Ethan Allen

This  extraordinary man was born at Litchfield, or Salisbury, Connecticut, about the year 1740. He had five brothers and two sisters, named Heman, Heber, Levi, Zimri, Ira, Lydia and Lucy. Four or five of the former emigrated to Vermont, with Ethan, where their bold, active and enterprising spirits found an abundant opportunity for its display. Many a wild legend, touching their adventures, still lingers among the traditions of the Green Mountains.

About the year 1770, a dispute between New York and New Hampshire, as to the dividing line between the two provinces, and which had long been pending, came to a crisis. The territory of Vermont was claimed by both parties; and some of the settlers who had received grants from Governor Wentworth, of New Hampshire, were threatened with being ejected from their lands by legal processes, proceeding from the province of New York.

The Allens had selected their lands in the township of Bennington, which had now become a considerable place. The New York government, in conformity with their interpretation of their rights, had proceeded to grant patents, covering these very lands on which farms had now been brought to an advanced state of culture, and where houses had been built and orchards planted by the original purchasers. These proprietors were now called upon to take out new patents, at considerable expense, from New York, or lose their estates.

This privilege of purchasing their own property was regarded by the Vermonters as rather an insult, than a benefit, and most of them refused to comply. The question was at last brought to trial at Albany, before a New York court, Allen being employed by the defendants as their agent. The case was, of course, decided against them, and Allen was advised, by the king's attorney-general, to go home and make the best terms he could with his new masters, remarking, that "might generally makes right." The reply of the mountaineer was brief and significant: "The gods of the valley are not the gods of the hills;" by which he meant that the agents of the New York government would find themselves baffled at Bennington, should they undertake to enforce the decision of the court, against the settlers there.

Allen's prediction was prophetic. The sheriffs sent by the government were resisted, and finally, a considerable force was assembled, and placed under the command of Allen, who obliged the officers to desist from their proceedings. A proclamation was now issued by the governor of New York, offering a reward of twenty pounds for the apprehension of Allen. The latter issued a counter proclamation, offering a reward of five pounds to any one who would deliver the attorney-general of the colony into his power.

Various proceedings took place, and for several years, the present territory of Vermont presented a constant series of disturbances. The New York government persevered in its claims, and the settlers as obstinately resisted. In all these measures, whether of peace or war, Allen was the leader of the Green Mountain yeomanry. Various plots were laid for his apprehension, but his address and courage always delivered him from the impending danger. At last, the revolution broke out, and the dispute was arrested by events which absorbed the public attention. The rival claims being thus suspended, the people of Vermont were left to pursue their own course.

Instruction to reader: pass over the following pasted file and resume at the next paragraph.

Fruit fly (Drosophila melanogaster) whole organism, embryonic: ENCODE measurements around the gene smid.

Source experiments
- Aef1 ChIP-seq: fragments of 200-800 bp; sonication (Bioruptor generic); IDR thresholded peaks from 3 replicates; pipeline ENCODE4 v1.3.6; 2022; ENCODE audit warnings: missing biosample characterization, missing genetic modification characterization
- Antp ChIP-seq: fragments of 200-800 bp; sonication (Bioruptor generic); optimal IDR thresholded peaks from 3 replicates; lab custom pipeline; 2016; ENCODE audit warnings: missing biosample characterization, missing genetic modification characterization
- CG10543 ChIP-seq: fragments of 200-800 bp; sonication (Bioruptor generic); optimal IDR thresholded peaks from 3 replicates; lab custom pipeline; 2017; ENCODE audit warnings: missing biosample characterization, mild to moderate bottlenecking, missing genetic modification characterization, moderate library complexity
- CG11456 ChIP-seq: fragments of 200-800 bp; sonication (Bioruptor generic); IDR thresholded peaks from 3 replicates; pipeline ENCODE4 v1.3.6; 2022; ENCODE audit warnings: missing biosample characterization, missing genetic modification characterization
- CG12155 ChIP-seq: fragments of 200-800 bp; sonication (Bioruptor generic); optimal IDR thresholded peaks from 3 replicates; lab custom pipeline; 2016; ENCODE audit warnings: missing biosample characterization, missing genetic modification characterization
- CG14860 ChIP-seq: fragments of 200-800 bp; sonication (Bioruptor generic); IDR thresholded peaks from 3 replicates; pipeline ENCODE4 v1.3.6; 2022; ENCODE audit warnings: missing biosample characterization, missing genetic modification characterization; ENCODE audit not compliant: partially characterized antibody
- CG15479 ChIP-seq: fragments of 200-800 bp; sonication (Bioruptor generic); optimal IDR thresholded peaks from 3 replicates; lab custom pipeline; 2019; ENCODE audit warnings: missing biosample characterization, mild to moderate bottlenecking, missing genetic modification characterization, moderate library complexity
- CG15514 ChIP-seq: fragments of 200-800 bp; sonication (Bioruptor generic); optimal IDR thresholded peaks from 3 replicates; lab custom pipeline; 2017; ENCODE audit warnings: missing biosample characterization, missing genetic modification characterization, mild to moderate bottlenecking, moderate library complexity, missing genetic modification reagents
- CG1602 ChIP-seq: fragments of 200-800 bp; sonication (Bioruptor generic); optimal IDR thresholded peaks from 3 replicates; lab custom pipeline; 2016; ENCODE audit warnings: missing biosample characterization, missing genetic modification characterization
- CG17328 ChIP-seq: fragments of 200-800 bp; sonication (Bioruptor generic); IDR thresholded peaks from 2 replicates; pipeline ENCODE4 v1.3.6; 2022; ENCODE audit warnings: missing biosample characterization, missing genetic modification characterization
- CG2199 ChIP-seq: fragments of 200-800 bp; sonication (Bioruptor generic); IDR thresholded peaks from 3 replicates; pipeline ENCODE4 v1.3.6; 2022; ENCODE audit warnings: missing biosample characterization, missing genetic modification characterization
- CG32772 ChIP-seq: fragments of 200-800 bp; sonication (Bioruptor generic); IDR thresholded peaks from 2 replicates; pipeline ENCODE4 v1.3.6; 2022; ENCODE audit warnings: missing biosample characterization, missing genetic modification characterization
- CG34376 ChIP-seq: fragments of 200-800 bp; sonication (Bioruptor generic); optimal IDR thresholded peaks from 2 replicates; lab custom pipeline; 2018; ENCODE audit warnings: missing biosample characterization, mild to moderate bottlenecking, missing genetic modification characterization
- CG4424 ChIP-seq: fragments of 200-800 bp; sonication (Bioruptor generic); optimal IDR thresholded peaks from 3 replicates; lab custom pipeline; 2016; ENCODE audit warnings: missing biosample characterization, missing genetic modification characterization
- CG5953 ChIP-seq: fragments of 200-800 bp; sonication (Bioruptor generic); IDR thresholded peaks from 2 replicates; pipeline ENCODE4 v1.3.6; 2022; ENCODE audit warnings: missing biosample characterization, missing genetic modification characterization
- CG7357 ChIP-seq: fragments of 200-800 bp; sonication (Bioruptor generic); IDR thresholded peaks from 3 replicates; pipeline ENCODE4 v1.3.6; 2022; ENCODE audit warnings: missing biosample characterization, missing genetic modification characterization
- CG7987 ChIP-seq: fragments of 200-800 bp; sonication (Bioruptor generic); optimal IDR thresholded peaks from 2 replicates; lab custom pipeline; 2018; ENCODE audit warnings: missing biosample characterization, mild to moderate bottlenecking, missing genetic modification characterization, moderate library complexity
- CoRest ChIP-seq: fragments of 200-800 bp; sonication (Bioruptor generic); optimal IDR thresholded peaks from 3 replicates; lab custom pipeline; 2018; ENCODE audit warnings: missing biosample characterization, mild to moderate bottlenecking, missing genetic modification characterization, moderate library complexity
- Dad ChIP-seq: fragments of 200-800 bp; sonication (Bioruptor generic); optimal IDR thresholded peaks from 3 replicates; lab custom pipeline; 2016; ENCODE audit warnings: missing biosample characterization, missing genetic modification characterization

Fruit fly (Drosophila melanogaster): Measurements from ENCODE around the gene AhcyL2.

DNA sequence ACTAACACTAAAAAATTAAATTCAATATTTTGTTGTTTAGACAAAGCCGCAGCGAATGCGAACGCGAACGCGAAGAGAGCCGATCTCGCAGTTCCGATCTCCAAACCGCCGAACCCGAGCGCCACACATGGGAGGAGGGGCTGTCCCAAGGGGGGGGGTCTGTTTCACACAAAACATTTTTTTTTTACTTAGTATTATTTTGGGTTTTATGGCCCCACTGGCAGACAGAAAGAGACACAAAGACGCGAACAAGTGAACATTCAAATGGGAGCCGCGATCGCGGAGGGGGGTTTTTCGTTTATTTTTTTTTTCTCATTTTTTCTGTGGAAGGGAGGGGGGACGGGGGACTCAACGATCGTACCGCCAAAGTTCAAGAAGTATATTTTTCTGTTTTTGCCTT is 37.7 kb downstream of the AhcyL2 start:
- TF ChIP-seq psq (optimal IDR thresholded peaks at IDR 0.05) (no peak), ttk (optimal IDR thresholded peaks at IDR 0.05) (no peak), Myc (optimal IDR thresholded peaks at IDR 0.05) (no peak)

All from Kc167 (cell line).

A few days after the battle of Lexington, a project was started at Hartford, Connecticut, for the capture of Fort Ticonderoga, then belonging to the British. Several persons set out upon this enterprise, and taking Bennington in their way, Allen joined them with some of his "Green Mountain Boys," and was appointed commander of the expedition. The little band arrived, without molestation, on the banks of Lake George, opposite the fort. They procured boats sufficient to carry eighty-three men. These crossed in the night, and landed just at the dawn of day. While the boats were gone back with the remainder of the troops, Allen resolved to attack the fort.

He drew up the men in three ranks, addressed them in a short harangue, ordered them to face to the right, and placing himself at the head of the middle file, led them silently, but with a quick step, up the heights where the fortress stood; and before the sun rose, he had entered the gate, and formed his men on the parade between the barracks. Here they gave three huzzas, which aroused the sleeping inmates. When Colonel Allen passed the gate, a sentinel snapped his fusee at him, and then retreated under a covered way. Another sentinel made a thrust at an officer with a bayonet, which slightly wounded him. Colonel Allen returned the compliment with a cut on the side of the soldier's head, at which he threw down his musket, and asked quarter.

No more resistance was made. Allen now demanded to be shown to the apartment of Captain Delaplace, the commander of the garrison. It was pointed out, and Allen, with Beman, his guide, at his elbow, hastily ascended the stairs, which were attached to the outside of the barracks, and called out with a voice of thunder at the door, ordering the astonished captain instantly to appear, or the whole garrison should be sacrificed.

Startled at so strange and unexpected a summons, the commandant sprang from his bed and opened the door, when the first salutation of his boisterous and unseasonable visitor was an order immediately to surrender the fort. Rubbing his eyes, and trying to collect his scattered senses, the captain asked by what authority he presumed to make such a demand. "In the name of the Great Jehovah, and the Continental Congress!" said Allen.

Not accustomed to hear much of the continental congress in this remote corner, nor to respect its authority when he did, the commandant began to remonstrate; but Colonel Allen cut short the thread of his discourse, by lifting his sword over his head, and reiterating the demand for an immediate surrender. Having neither permission to argue, nor power to resist, Captain Delaplace submitted, ordering his men to parade, without arms, and the garrison was given up to the victors.[A]

The fruit of this victory was about fifty prisoners, with one hundred and twenty pieces of cannon, beside other arms and military stores. A few days after, the fort at Crown Point was taken, and some other successful enterprises were achieved. Allen obtained great credit by these performances.

In the following autumn, he was twice despatched into Canada, to engage the inhabitants to lend their support to the American cause. In the last of these expeditions, he formed a plan, in concert with Colonel Brown, to reduce Montreal. Allen, accordingly, crossed the river in September, 1775, at the head of one hundred and ten men, but was attacked, before Brown could join him, by the British troops, consisting of five hundred men, and, after a most obstinate resistance, was taken prisoner. The events of his captivity he himself has recorded in a narrative compiled after his release, in the most singular style, but apparently with great fidelity.